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Beware thou Squire that would enter into the order of chivalry what thou shalt do. For if thou be a knight, thou receivest honor and the servitude that must be had unto the friends of chivalry. For of so much as thou hast more noble beginning and hast more honor, of so much art thou more obliged and bound to be good and pleasing to God. And if thou be wicked thou art enemy of chivalry and art contrary to its commandments and honors.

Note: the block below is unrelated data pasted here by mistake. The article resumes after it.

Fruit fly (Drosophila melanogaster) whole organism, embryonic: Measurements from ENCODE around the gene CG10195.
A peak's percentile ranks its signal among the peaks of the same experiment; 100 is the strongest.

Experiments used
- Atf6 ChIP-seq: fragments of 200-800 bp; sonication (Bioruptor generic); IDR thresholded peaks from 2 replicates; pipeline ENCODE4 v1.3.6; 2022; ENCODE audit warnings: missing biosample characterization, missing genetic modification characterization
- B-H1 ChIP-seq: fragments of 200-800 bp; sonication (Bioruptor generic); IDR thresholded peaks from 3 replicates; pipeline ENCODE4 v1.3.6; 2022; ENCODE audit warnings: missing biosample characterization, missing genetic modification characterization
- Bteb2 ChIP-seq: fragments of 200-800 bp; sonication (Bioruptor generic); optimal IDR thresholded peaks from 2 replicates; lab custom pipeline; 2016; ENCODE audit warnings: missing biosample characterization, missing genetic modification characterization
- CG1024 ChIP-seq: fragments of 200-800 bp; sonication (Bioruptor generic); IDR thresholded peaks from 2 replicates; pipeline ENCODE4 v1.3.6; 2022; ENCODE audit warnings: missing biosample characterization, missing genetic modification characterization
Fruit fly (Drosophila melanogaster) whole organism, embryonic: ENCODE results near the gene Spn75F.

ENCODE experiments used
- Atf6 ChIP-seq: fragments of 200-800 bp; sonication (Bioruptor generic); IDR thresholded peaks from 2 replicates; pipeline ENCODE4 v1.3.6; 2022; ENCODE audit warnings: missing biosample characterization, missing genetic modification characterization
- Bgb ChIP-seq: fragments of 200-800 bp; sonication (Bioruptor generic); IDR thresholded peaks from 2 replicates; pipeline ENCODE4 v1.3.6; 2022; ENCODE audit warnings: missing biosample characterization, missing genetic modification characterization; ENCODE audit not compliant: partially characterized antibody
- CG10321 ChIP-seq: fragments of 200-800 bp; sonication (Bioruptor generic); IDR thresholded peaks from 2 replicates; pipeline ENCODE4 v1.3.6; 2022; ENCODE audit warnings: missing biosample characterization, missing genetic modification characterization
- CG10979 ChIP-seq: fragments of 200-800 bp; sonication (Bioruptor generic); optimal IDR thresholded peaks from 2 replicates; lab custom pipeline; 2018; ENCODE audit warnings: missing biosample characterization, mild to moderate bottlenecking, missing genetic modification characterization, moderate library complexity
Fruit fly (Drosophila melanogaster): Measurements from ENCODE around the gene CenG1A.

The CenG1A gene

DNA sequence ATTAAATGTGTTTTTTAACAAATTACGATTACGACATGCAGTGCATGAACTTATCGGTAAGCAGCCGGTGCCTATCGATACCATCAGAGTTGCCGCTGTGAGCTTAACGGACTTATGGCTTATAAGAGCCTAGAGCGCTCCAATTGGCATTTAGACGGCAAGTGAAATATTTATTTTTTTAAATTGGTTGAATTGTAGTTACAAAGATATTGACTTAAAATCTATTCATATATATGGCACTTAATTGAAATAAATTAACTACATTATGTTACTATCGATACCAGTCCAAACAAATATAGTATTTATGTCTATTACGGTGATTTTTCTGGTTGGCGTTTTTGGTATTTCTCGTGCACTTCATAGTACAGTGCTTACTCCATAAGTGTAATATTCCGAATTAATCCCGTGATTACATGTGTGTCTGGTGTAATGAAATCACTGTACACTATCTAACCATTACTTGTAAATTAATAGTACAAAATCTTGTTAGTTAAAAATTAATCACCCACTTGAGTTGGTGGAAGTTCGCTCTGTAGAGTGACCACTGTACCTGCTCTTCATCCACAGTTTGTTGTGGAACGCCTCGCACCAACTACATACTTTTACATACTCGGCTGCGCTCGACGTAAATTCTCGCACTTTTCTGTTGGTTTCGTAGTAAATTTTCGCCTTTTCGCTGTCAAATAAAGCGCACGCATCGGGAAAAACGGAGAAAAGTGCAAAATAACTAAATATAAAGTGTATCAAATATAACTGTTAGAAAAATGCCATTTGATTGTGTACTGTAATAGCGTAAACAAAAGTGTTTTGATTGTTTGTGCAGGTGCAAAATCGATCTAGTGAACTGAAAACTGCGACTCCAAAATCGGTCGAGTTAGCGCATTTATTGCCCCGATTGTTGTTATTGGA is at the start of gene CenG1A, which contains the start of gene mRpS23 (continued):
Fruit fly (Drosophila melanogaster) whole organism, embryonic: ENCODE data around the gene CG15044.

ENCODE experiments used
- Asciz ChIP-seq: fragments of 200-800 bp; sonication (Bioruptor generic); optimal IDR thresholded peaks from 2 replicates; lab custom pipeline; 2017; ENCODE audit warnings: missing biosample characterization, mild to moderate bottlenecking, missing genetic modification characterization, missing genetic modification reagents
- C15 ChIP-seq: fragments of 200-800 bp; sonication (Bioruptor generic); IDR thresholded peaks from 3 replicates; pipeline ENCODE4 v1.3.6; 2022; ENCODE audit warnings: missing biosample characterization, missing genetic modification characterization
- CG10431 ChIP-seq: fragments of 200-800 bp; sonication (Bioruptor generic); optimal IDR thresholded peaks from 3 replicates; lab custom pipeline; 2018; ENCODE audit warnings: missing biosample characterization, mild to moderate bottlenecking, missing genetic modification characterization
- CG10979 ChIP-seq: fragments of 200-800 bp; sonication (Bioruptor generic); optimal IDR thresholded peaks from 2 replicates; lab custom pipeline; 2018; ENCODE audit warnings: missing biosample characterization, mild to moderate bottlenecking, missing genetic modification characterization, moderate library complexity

Election, ne horse, ne armors suffice not yet to the high honor which belongeth to a knight, but it behooveth that there be given to him a squire and servant that he may take heed to his horse. And it behooveth also that the common people labor the lands for to bring fruits and goods whereof the knight and his beasts have their living. And that the knight rest and be at sojourn after his noblesse and disport upon his horse for to hunt or in other manner after that it shall please him, and that he have ease and delight in things of which his men have pain and travail. The clerks study in the doctrine and knowledge how they may be able to know God and love Him and his works to the end that they give doctrine to the common layfolk by good examples to know, love, serve, and honor our glorious Lord. For to the end that they may properly do these things, they follow and pursue the schools. Then thus as the clerks by honest life, by good example and knowledge have got order and office to incline the people to devotion and good life, all in like wise the knights by noblesse of heart and by force of arms maintain the order of chivalry and have the same order to the end that they incline the small people by fear, by the which the one fears to do wrong to the other. The science and school of the order of chivalry is that the knight make his son to learn in his youth to ride. For if he learn not in his youth, he shall never learn it in his old age. * * * And therefore every man that will come to knighthood must learn in his youth to carve at the table, to serve, to arm, and to dub a knight, for in like wise as a man will learn to sew for to be a tailor or a carpenter, he must have a master that can sew or saw. All in like wise it behooveth that a noble man that loveth the order of chivalry and will be a knight have first a master that is a knight. So much is high and honored the order of chivalry that to a squire ne suffiseth not only to keep horse and learn to serve a knight, and that he go with him to tourney s and battles, but it is needful that there be holden to him a school of the order of knighthood and that the science were written in books, and that the art were showed and read in such manner as other sciences been read, and that the sons of knights learn first the science that appertaineth to the order of chivalry, and after that they were squires they should ride through diverse countries with the knights, and if there were none error in the clerks and in the knights scarcely should there be any in other people. For by the clerks they should have devotion and love to God. And by the knights they should fear to do wrong, treason, and assault one another. Then, since the clerks have masters and doctrine and go to the schools for to learn, and there been so many sciences that they been written and ordained in doctrine, great wrong is done to the order of knighthood of this that it is not a science written and read in schools like as the other sciences. And therefore he that made this book beseecheth to the noble king and to all the noble company of noble knights that been in this court assembled in the honor of chivalry that of the wrong that is done to it may be amended and satisfaction done.